typedef long HRESULT;

typedef unsigned __int64 ULONG_PTR;

#include "hkenggen.h"
#include "hkrtgen.h"
#include "hkgenlib.h"

#define ENABLE_INTSAFE_SIGNED_FUNCTIONS
#include "intsafe.h"

int _fltused = 0;

int memcmp(const void*, const void*, size_t);
void *memcpy(void*, const void*, size_t);
void *memset(void*, int, size_t);

#define offsetof(s,f)   ((size_t)&(((s*)0)->f))

struct hkt_277576027
{
	__int64 hkc_3;
	long hkc_1;
	unsigned short hkvdo[2];
};
struct hkis_27757602700002
{
	long hkc_1;
};
struct hkif_27757602700002
{
	long hkc_1;
};
unsigned short GetSerializeSize_277576027(
	struct HkRow const* hkRow)
{
	struct hkt_277576027 const* row = ((struct hkt_277576027 const*)hkRow);
	return ((row->hkvdo)[1]);
}
HRESULT Serialize_277576027(
	struct HkRow const* hkRow,
	unsigned char* buffer,
	unsigned short bufferSize,
	unsigned short* copySize)
{
	return (RowSerialize(hkRow, (GetSerializeSize_277576027(hkRow)), buffer, bufferSize, copySize));
}
HRESULT Deserialize_277576027(
	struct HkTransaction* tx,
	struct HkTable* table,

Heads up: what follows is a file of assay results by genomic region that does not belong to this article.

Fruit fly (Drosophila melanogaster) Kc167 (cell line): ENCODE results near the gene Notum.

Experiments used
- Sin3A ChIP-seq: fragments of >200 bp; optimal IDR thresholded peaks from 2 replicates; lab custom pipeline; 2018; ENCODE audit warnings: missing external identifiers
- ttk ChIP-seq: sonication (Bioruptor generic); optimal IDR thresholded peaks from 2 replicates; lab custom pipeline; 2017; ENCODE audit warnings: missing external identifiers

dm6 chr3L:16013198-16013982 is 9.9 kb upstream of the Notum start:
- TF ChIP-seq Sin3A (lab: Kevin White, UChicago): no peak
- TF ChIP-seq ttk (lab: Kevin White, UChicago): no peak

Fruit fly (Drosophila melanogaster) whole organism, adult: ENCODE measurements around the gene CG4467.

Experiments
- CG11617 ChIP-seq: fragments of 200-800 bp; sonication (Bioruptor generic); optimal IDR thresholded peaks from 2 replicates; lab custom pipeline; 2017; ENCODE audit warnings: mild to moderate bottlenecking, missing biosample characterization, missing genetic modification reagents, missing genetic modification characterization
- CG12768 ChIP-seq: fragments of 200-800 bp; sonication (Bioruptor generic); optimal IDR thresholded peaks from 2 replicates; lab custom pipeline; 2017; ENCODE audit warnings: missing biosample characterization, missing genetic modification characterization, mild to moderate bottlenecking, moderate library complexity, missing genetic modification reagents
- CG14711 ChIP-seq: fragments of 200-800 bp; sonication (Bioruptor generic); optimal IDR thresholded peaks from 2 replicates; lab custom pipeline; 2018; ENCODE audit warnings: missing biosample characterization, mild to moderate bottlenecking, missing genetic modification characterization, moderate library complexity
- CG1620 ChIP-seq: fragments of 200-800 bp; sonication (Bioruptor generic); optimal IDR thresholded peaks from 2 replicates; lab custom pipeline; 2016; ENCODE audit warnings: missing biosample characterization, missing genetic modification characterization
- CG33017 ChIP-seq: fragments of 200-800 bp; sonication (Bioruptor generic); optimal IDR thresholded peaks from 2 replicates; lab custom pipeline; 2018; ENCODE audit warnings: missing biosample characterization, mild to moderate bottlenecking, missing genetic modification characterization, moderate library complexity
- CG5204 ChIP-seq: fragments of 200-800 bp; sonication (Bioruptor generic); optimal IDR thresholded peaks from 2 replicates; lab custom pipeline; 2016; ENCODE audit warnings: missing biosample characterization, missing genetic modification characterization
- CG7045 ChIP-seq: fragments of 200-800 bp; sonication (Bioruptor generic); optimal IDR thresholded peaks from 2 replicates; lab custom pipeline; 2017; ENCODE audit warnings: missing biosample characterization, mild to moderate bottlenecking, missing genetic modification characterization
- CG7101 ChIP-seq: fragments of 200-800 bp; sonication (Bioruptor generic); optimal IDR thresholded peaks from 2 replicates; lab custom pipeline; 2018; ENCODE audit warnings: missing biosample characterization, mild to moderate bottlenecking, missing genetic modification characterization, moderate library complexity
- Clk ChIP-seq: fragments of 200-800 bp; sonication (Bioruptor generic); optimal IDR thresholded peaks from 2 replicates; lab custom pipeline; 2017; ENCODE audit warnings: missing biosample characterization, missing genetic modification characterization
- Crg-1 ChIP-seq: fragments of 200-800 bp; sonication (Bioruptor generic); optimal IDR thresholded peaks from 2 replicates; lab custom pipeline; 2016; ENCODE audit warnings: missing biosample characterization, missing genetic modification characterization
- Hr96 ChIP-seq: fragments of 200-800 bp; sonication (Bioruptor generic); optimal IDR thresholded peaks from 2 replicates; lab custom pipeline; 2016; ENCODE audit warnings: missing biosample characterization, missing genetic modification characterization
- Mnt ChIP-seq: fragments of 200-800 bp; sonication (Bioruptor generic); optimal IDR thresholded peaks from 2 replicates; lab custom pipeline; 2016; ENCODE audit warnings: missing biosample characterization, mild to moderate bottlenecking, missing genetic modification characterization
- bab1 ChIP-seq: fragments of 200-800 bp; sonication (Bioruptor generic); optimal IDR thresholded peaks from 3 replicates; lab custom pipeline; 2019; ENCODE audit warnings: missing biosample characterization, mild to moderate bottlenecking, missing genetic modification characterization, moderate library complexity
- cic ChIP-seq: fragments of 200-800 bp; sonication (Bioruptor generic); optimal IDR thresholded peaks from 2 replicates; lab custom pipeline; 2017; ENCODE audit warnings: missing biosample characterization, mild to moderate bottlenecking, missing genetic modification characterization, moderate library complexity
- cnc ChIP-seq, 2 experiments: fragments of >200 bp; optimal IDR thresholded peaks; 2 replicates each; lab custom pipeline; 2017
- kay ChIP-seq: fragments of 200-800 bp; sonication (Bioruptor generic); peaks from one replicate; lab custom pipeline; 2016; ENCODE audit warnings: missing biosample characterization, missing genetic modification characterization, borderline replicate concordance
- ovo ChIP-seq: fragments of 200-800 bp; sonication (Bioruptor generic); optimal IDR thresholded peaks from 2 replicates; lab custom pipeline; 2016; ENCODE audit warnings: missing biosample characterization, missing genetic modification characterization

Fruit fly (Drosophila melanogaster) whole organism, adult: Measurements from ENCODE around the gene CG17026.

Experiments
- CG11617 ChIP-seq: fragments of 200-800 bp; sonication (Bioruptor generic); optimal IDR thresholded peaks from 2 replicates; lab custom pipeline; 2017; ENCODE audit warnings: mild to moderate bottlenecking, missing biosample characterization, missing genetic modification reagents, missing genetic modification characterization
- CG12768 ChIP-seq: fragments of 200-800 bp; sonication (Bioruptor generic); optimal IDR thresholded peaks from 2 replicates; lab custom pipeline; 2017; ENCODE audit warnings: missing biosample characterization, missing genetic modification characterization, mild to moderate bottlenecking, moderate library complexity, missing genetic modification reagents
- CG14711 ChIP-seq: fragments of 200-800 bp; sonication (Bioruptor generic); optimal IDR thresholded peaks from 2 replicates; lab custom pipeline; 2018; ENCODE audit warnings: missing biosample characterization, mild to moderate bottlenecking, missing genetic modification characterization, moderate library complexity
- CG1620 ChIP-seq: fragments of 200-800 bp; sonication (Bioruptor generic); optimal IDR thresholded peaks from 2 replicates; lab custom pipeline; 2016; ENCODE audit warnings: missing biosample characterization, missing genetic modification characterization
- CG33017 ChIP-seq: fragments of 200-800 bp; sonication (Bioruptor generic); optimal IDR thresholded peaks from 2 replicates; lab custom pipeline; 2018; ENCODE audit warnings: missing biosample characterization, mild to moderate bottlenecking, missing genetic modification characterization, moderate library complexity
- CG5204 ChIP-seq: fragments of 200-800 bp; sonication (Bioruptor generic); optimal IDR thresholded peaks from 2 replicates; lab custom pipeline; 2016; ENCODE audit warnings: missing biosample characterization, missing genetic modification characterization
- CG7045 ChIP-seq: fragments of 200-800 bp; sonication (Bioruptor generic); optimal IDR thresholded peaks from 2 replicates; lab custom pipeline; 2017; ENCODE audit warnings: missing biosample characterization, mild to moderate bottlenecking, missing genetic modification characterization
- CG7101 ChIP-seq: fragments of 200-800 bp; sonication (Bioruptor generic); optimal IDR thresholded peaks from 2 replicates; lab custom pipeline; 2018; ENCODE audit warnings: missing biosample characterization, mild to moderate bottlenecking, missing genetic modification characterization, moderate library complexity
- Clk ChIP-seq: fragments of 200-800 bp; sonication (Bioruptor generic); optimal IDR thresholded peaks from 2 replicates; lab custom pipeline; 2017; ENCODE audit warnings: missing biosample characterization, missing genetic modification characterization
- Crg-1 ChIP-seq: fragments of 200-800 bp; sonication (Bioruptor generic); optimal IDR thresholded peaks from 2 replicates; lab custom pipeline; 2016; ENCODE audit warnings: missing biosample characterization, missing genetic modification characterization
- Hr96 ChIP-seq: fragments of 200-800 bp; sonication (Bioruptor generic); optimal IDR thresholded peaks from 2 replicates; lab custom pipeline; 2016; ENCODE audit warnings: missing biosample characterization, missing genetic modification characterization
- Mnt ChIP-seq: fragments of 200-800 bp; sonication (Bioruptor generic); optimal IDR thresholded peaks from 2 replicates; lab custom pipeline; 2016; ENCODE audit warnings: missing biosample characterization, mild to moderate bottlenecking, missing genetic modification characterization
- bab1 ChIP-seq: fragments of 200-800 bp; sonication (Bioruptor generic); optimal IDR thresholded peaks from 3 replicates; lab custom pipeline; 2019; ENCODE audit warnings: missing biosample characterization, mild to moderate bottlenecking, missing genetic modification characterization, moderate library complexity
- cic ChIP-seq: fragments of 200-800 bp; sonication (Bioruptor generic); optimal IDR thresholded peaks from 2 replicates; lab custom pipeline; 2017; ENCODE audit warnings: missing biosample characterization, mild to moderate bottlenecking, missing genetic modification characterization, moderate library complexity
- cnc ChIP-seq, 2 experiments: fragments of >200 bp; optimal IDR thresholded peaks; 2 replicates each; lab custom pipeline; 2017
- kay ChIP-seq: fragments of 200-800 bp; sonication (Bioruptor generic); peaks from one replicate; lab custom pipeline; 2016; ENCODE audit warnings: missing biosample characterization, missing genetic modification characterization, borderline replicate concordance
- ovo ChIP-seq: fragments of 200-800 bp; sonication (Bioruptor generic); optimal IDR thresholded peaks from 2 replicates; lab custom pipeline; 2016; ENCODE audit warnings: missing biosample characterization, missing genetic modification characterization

unsigned char const* data,
	unsigned short datasize,
	struct HkRow** hkrow)
{
	return (RowDeserialize(tx, table, data, datasize, sizeof(struct hkt_277576027), (sizeof(struct hkt_277576027) + 200), hkrow));
}
unsigned short GetSerializeRecKeySize_277576027(
	struct HkRow const* hkRow)
{
	struct hkt_277576027 const* row = ((struct hkt_277576027 const*)hkRow);
	unsigned short size = sizeof(struct hkif_27757602700002);
	return size;
}
HRESULT SerializeRecKey_27757602700002(
	struct HkRow const* hkRow,
	unsigned char* hkKey,
	unsigned short bufferSize,
	unsigned short* keySize)
{
	struct hkt_277576027 const* row = ((struct hkt_277576027 const*)hkRow);
	struct hkif_27757602700002* key = ((struct hkif_27757602700002*)hkKey);